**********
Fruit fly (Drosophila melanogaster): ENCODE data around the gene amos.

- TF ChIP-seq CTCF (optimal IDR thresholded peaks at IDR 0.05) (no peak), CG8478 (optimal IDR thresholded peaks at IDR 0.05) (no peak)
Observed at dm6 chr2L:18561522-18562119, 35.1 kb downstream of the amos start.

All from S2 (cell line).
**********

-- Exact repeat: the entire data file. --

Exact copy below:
Fruit fly (Drosophila melanogaster): ENCODE data around the gene amos.

- TF ChIP-seq CTCF (optimal IDR thresholded peaks at IDR 0.05) (no peak), CG8478 (optimal IDR thresholded peaks at IDR 0.05) (no peak)
Observed at dm6 chr2L:18561522-18562119, 35.1 kb downstream of the amos start.

All from S2 (cell line).